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Disarmament
Disarmament is the act of reducing, limiting, or abolishing weapons. Disarmament generally refers to a country's military or specific type of weaponry. Disarmament is often taken to mean total elimination of weapons of mass destruction, such as nuclear arms
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Protest
A protest (also called a remonstrance, remonstration or demonstration) is an expression of bearing witness on behalf of an express cause by words or actions with regard to particular events, policies or situations. Protests can take many different forms, from individual statements to mass demonstrations
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Demonstration (people)
A demonstration or street protest is action by a mass group or collection of groups of people in favor of a political or other cause; it normally consists of walking in a mass march formation and either beginning with or meeting at a designated endpoint, or rally, to hear speakers. Actions such as blockades and sit-ins may also be referred to as demonstrations. Demonstrations can be nonviolent or violent (usually referred to by participants as "militant"), or can begin as nonviolent and turn violent dependent on circumstances. Sometimes riot police or other forms of law enforcement become involved. In some cases this may be in order to try to prevent the protest from taking place at all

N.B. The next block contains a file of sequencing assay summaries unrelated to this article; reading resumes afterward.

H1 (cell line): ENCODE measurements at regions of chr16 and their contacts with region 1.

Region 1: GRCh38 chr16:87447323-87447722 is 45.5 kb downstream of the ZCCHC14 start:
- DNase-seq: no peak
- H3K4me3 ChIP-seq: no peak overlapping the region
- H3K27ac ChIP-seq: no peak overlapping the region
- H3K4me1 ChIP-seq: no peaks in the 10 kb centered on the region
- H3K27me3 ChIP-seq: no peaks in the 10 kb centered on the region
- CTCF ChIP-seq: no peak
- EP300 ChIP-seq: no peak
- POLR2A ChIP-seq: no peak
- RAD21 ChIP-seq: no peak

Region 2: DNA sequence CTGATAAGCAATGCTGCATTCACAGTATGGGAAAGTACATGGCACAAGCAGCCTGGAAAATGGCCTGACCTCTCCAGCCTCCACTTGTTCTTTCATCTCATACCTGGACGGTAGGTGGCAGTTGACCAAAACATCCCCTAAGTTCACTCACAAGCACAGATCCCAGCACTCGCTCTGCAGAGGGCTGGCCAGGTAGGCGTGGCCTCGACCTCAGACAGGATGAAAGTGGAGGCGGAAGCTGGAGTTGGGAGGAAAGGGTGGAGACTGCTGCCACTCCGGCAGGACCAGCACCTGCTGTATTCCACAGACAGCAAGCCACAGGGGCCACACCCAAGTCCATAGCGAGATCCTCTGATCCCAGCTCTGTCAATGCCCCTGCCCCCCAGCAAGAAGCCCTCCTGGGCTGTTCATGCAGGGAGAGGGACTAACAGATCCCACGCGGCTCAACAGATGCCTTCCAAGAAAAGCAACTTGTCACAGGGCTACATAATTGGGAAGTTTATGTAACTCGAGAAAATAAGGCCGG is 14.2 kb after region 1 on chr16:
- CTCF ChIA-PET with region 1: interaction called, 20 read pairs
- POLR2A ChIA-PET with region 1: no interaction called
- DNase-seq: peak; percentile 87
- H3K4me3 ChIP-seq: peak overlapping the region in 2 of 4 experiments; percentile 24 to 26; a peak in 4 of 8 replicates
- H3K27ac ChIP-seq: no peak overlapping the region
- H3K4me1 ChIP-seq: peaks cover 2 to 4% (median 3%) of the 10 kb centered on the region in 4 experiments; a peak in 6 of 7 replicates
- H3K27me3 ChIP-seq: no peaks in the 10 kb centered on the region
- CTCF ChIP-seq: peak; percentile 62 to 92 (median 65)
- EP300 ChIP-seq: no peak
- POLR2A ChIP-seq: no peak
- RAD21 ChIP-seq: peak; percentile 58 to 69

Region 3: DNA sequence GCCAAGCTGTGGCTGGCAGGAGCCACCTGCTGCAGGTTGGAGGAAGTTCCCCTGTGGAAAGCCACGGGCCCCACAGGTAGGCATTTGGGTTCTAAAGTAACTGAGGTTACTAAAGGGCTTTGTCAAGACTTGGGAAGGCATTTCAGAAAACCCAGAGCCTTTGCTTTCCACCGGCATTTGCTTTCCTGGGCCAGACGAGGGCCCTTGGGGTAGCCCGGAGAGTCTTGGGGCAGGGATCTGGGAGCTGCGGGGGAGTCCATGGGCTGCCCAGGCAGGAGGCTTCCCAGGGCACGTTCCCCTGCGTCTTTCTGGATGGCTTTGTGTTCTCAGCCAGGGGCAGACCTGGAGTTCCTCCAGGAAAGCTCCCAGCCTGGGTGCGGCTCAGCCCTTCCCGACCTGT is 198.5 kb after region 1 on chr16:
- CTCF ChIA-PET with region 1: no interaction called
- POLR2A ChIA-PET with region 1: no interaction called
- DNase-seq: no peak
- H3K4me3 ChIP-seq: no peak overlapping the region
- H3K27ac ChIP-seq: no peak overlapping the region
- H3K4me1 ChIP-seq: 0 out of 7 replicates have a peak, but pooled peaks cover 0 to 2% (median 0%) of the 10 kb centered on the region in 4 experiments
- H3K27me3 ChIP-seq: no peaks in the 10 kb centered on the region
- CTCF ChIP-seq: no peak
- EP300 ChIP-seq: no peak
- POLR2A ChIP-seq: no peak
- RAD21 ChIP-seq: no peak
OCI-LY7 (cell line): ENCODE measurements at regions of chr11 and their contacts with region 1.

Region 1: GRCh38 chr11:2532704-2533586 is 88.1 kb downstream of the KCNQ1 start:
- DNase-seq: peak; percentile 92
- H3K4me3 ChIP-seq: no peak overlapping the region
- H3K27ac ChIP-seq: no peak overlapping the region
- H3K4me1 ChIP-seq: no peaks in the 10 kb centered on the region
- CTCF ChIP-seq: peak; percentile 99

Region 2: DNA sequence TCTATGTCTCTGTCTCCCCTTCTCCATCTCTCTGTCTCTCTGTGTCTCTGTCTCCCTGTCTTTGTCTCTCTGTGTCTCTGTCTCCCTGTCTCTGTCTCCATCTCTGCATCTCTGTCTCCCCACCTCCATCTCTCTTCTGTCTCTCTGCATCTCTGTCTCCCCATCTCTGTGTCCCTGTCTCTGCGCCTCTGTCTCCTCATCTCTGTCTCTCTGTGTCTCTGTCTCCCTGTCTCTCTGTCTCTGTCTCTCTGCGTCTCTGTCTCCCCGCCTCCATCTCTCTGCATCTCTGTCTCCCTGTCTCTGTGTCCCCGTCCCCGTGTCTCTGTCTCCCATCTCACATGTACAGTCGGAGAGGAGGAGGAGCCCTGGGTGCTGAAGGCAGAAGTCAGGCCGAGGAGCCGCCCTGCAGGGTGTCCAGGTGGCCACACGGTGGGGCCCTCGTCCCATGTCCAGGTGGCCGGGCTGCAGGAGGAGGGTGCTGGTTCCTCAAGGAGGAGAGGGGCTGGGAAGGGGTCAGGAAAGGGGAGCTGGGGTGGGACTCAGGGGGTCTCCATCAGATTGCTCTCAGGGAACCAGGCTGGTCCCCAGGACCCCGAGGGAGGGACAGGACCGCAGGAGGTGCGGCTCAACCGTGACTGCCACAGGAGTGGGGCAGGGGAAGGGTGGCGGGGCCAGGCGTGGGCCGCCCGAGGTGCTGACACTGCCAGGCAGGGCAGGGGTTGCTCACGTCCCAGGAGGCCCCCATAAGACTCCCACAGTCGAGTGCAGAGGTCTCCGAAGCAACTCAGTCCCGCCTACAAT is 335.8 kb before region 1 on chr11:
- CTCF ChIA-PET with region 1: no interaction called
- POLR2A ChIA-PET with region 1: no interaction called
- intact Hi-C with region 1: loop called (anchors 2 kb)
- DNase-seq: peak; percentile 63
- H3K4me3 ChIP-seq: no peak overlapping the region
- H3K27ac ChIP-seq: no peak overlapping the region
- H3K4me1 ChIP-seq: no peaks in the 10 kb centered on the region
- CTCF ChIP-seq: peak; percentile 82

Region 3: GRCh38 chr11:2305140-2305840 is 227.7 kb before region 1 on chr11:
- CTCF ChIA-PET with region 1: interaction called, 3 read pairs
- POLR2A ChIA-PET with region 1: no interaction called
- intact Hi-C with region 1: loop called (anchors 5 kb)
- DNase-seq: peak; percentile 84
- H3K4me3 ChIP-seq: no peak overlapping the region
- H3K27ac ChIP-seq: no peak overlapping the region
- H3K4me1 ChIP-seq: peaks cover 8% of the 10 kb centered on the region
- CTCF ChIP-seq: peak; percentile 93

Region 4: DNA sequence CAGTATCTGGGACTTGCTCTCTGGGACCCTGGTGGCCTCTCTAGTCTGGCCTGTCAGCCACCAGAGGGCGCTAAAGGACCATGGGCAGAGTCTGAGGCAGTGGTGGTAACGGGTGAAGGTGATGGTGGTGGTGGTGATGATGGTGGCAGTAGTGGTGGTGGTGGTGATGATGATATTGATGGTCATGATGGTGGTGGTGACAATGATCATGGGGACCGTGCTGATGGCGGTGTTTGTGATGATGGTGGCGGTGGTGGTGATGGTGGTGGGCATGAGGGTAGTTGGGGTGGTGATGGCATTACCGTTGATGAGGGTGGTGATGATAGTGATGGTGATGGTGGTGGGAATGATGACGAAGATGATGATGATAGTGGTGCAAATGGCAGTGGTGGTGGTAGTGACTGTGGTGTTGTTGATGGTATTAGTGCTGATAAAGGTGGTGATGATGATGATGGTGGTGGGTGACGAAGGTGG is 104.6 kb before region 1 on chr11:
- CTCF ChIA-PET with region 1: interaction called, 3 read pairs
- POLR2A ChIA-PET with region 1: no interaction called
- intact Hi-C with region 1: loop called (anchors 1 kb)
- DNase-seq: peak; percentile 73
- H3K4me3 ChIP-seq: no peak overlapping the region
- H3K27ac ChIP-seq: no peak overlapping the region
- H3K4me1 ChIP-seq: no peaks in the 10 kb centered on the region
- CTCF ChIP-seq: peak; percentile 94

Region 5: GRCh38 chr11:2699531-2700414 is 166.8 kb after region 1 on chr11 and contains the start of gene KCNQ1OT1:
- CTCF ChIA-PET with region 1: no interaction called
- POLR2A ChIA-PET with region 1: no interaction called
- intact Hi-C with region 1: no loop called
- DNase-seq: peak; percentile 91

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Berkshire
Berkshire (/ˈbɑːrkʃər/, abbreviated Berks, in the 17th century sometimes spelled Barkeshire as it is pronounced) is a county in south east England, west of London and is one of the home counties. It was recognised by the Queen as the Royal County of Berkshire in 1957 because of the presence of Windsor Castle, and letters patent were issued in 1974. Berkshire is a county of historic origin and is a home county, a ceremonial county and a non-metropolitan county without a county council. The historic boundary to the north of Berkshire follows the River Thames, from Buscot to Old Windsor. Therefore, the historic county includes territory that is now administered by the Vale of White Horse and South Oxfordshire districts of Oxfordshire, but excludes Slough and Eton which are historically in Buckinghamshire
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Easter
Easter, also called Pascha (Greek, Latin) or Resurrection Sunday, is a festival and holiday celebrating the resurrection of Jesus from the dead, described in the New Testament as having occurred on the third day of his burial after his crucifixion by the Romans at Calvary c. 30 AD. It is the culmination of the Passion of Jesus, preceded by Lent (or Great Lent), a forty-day period of fasting, prayer, and penance. Most Christians refer to the week before Easter as "Holy Week"—it contains the days of the Easter Triduum, including Maundy Thursday, commemorating the Maundy and Last Supper, as well as Good Friday, commemorating the crucifixion and death of Jesus. In Western Christianity, Eastertide, or the Easter Season, begins on Easter Sunday and lasts seven weeks, ending with the coming of the fiftieth day, Pentecost Sunday